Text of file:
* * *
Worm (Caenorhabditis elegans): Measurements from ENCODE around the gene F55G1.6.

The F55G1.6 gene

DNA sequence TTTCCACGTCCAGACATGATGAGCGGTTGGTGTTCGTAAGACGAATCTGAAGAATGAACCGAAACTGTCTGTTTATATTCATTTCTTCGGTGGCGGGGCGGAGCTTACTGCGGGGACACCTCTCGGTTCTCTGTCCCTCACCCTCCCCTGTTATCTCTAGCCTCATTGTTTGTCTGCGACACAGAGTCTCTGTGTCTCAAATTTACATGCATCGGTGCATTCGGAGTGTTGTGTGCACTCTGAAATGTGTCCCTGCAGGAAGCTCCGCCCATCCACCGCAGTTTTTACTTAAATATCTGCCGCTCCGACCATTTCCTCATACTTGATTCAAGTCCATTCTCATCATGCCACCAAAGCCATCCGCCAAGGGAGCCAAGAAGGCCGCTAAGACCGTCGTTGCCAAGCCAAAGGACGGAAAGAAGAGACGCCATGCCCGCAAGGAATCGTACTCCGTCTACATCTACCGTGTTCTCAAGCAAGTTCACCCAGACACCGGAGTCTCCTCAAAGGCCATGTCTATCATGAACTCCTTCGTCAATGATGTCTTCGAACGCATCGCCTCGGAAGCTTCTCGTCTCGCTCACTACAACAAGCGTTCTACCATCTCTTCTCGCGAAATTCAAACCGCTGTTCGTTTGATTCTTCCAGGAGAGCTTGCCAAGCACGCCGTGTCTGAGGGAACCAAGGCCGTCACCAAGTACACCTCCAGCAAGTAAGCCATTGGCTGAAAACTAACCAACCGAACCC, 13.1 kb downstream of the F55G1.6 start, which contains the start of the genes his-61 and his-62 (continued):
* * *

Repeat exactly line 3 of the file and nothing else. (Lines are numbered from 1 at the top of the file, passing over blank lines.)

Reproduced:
DNA sequence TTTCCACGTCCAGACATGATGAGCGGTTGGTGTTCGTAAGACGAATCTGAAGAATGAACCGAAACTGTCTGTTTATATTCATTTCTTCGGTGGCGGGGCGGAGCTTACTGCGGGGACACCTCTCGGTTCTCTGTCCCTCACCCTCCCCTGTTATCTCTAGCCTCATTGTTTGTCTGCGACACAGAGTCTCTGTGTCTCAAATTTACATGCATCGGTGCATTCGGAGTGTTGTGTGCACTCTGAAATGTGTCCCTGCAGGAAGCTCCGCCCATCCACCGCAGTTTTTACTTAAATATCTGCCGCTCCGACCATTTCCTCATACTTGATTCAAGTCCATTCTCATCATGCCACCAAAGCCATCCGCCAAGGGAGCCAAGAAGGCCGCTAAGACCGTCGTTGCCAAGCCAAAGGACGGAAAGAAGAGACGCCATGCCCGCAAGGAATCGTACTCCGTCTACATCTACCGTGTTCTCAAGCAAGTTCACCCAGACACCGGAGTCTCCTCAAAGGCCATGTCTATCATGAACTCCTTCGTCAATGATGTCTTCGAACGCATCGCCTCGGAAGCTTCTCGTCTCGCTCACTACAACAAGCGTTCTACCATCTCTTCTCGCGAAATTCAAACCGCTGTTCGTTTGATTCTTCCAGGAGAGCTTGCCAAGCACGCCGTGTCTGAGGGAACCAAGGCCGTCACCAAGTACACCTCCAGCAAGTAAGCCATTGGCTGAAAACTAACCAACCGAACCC, 13.1 kb downstream of the F55G1.6 start, which contains the start of the genes his-61 and his-62 (continued):